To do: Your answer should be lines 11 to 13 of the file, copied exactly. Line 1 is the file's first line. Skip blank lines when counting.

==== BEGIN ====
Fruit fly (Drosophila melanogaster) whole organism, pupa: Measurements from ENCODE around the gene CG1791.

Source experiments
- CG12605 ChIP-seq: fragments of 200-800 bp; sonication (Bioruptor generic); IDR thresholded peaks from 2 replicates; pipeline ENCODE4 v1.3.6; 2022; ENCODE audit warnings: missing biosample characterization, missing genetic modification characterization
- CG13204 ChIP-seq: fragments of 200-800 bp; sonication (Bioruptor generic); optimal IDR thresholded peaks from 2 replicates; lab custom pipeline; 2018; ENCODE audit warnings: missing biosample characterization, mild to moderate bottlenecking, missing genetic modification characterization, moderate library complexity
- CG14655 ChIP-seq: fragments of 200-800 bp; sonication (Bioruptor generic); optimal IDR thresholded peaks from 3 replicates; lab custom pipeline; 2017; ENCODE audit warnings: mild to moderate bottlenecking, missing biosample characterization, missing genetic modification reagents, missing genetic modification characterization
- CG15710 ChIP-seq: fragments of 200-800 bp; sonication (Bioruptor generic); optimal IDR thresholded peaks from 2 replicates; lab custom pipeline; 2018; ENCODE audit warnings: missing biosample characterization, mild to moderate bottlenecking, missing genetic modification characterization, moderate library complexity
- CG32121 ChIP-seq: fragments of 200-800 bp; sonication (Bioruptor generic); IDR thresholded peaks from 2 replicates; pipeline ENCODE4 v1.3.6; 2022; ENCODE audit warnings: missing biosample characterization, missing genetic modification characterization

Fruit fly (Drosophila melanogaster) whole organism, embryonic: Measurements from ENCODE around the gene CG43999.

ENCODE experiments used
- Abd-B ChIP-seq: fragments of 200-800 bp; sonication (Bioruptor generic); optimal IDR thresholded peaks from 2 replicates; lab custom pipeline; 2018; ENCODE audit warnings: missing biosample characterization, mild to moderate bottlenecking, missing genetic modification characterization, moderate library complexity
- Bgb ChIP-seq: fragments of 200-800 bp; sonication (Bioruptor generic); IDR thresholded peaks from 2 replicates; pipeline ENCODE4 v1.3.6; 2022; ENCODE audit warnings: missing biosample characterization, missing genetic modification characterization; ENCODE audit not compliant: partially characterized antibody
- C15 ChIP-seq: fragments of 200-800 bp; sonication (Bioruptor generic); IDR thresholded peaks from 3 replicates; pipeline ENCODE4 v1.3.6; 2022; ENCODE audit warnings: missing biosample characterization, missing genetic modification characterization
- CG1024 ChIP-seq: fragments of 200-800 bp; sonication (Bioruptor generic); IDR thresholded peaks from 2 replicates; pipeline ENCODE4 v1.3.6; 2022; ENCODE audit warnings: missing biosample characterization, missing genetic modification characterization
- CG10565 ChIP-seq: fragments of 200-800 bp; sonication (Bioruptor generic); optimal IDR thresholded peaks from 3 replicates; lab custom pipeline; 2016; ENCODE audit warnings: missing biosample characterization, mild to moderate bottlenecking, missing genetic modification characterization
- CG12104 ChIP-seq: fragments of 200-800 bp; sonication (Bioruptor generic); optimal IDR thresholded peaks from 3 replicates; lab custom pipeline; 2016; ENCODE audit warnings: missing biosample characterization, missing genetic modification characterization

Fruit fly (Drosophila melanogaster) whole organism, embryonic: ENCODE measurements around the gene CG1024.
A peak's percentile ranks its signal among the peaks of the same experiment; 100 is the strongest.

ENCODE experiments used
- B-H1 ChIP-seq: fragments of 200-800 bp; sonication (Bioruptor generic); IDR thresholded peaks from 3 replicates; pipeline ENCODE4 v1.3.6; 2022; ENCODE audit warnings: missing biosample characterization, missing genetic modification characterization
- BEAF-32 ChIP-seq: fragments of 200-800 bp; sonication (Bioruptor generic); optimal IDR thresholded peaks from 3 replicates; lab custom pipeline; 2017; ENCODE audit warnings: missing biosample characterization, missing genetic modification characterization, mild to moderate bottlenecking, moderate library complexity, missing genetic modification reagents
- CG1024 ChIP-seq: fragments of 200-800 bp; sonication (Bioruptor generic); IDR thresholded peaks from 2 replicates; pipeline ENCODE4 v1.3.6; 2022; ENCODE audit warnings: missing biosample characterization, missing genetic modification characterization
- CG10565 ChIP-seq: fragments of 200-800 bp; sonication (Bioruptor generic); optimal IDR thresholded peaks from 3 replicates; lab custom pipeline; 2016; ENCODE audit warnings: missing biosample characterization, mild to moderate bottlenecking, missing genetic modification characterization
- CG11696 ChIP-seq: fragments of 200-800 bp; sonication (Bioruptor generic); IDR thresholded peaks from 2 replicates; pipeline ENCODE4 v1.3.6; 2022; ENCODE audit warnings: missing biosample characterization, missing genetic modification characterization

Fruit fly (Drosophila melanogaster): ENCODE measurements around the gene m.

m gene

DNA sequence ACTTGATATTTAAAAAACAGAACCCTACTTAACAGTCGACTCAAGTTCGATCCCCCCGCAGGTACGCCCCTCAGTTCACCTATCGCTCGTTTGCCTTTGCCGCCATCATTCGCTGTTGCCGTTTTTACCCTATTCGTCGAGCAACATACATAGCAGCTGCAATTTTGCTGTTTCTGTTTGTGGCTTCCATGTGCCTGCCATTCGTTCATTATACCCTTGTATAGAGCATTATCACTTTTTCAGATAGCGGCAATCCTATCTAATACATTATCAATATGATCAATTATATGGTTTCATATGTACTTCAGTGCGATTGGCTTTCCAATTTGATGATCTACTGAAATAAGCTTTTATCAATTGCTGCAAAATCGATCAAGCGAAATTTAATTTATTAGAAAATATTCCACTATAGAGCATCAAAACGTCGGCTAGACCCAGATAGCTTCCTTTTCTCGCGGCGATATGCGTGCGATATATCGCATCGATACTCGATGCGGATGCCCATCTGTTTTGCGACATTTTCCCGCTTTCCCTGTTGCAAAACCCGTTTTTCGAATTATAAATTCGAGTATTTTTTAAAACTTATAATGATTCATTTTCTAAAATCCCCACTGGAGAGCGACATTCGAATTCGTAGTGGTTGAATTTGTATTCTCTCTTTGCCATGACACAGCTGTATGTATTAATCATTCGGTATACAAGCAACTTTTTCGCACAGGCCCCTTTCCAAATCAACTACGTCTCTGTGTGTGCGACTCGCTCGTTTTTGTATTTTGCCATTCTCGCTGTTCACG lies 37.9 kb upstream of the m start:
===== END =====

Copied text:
- Bgb ChIP-seq: fragments of 200-800 bp; sonication (Bioruptor generic); IDR thresholded peaks from 2 replicates; pipeline ENCODE4 v1.3.6; 2022; ENCODE audit warnings: missing biosample characterization, missing genetic modification characterization; ENCODE audit not compliant: partially characterized antibody
- C15 ChIP-seq: fragments of 200-800 bp; sonication (Bioruptor generic); IDR thresholded peaks from 3 replicates; pipeline ENCODE4 v1.3.6; 2022; ENCODE audit warnings: missing biosample characterization, missing genetic modification characterization
- CG1024 ChIP-seq: fragments of 200-800 bp; sonication (Bioruptor generic); IDR thresholded peaks from 2 replicates; pipeline ENCODE4 v1.3.6; 2022; ENCODE audit warnings: missing biosample characterization, missing genetic modification characterization